However, housing in Toronto and Vancouver has also been driven skyward by other factors. Greater Montreal, Canada’s second-largest market, has the same low interest rates, and over the last five years, it’s added twice as many people as Vancouver. But Montreal prices have not been bubbling.

The price boom in Toronto and Vancouver has been far beyond what population and income growth would suggest. For example, there tends to be a long-run relationship between average incomes and average housing prices. That’s because, as Yogi Berra might have put it, people can’t afford what they can’t afford – except when they can. In Toronto and Vancouver, the unaffordable is now the norm.

Average home prices are normally expected to be about three times median family incomes. As of last summer, that’s roughly where things were in Montreal, Ottawa and Calgary. But in Toronto, prices were more than eight times family income. Vancouver? Nearly 12.

Last year, the situation finally pushed British Columbia to act. The government introduced a 15 per cent tax on foreign buyers, which appears to have had an impact. Vancouver prices actually dipped late last year, reversing steep gains earlier in 2016.

The levy, which doesn’t apply to immigrants, had a dual effect. It discouraged non-resident speculators, while also signalling to the entire market that prices might not go up forever.

(Unfortunately, B.C. recently undermined the measure, by watering down its application, and creating a price-inflating program of interest-free loans for first-time homebuyers.)

Ontario Finance Minister Charles Sousa is now also musing about a foreign-buyers tax for Toronto. As in Vancouver, it might calm the market, and it’s hard to see how it could hurt. Non-resident investors are likely only a small part of the picture – the data is still poor – but they may be having a significant impact on prices and psychology.

Economists keep sounding alarms about a Canadian housing bubble; the latest comes from the Bank of International Settlements. A popped bubble will harm the entire country, but the entire country is not in a bubble. There’s no need for a national plan to throw cold water on buyers from Halifax to Ottawa to Edmonton. Policy has to go after the problem where it makes its home, in Southern Ontario and B.C.’s Lower Mainland.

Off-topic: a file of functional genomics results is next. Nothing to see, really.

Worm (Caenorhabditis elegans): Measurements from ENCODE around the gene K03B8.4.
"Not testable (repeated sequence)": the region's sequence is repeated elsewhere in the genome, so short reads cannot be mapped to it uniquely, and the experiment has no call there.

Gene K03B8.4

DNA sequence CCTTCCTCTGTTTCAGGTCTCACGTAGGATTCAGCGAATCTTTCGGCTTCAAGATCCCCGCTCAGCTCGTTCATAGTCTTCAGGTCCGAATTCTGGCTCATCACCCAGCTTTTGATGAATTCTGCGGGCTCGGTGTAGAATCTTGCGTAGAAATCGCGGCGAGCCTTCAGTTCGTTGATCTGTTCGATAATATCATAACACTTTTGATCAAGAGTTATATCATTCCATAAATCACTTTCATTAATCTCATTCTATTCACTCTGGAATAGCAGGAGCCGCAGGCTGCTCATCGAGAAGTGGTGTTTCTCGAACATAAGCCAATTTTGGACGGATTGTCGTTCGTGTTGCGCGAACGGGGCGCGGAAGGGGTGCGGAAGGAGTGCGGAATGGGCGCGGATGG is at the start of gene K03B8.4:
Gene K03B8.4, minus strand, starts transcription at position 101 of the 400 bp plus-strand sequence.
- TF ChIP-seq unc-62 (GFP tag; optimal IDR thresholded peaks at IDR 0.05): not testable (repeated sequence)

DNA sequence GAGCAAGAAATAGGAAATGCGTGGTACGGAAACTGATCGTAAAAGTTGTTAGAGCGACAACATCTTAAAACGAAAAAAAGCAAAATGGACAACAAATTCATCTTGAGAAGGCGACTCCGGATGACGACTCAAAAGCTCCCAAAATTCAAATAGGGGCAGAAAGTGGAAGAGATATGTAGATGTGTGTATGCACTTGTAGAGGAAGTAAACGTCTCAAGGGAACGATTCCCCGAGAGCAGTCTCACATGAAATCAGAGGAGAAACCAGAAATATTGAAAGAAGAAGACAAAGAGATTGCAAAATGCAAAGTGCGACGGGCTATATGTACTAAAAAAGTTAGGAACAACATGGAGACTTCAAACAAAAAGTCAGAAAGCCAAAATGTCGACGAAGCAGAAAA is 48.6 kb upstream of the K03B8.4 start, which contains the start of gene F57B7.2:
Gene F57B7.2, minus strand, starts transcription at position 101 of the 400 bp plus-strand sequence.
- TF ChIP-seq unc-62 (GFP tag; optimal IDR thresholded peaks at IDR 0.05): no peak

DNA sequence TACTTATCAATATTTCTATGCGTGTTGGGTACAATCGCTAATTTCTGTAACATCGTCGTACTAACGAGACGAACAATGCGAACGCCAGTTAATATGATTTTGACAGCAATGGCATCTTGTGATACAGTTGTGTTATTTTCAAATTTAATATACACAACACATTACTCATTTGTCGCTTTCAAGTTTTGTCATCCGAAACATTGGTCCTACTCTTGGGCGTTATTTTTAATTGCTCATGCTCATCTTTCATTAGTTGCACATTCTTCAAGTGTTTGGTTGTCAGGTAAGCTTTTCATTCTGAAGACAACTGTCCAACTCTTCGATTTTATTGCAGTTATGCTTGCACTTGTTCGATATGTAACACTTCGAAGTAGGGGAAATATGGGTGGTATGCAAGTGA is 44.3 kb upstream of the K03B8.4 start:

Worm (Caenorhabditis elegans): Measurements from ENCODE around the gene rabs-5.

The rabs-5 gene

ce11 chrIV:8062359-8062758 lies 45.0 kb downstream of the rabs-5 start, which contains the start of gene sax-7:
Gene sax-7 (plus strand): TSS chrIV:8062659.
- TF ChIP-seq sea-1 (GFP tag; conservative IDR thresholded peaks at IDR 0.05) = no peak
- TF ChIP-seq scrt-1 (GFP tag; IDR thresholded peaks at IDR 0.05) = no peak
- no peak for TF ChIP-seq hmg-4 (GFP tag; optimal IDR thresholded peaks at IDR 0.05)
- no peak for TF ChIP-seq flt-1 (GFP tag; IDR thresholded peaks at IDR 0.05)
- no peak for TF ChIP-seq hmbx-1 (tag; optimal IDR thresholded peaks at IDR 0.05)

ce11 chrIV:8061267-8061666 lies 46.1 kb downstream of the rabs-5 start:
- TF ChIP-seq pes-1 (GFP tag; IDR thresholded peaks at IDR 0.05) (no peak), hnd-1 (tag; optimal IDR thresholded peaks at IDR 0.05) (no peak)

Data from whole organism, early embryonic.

Source: The Globe and Mail – Published Friday, Mar. 17, 2017

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How to choose the right home for your budget

how-to-choose-the-right-home-for-your-budget

As a first-time homebuyer, affordability is an important factor when purchasing the right home. Wondering how to find the right home for your budget? Try our three-step plan for determining how much home you can afford, so you can choose – and successfully close on – the right home for your lifestyle and price point.

 

Step 1: Dream it 

It’s easy to get caught up in other people’s ideas of the perfect starter home – design magazines and TV programs sell you on what’s hot now. Ignore the hype and sit down to itemize what’s most crucial to you and your family. Make a list of your top priorities, so you can find the right home for your budget.

Here are some key issues to consider.

Transportation

Do you need easy access to public transportation? Is dedicated parking for your car essential, or will street parking suffice? Would a secure bike locker be crucial to your commute

Recreation

Do you need a walkable park for your kids or dog? Would an on-site gym help you manage your hectic schedule?

Space

How many bedrooms do you need now? What about three to five years from now? (That is, is a baby on the horizon?) Do you need a home office for your side gig? Is a big, open-plan main floor essential, given your high-volume entertaining?

Lifestyle

Do you have the time and inclination to sacrifice hours each week to maintain a house and yard? Would you rather come home after work to a turnkey property each night? Do you want a condo with all the amenities, or would you sacrifice bells and whistles for a lower maintenance fee?

Can’t find the perfect home?Why not build yourself? Build a custom home and finance it with as little as 5% down. Find out how

Look over your list and differentiate between the must-haves and the nice-to-haves. Chances are, you might not find your entire wish list on a starter-home budget, so it’s important to know your priorities.

Step 2: Crunch some numbers

Just as important as knowing what you need in a first home is knowing what you can afford. Price dictates not only how much home you can buy but also what neighbourhoods you should be looking in.

Sit down with your partner to assess your income, debts, savings and investments, so you can anticipate how much money will be available for a down payment, and how much you can afford to pay each month in home carrying costs (mortgage payments, taxes, heating, etc.).

how-to-choose-the-right-home-for-your-budget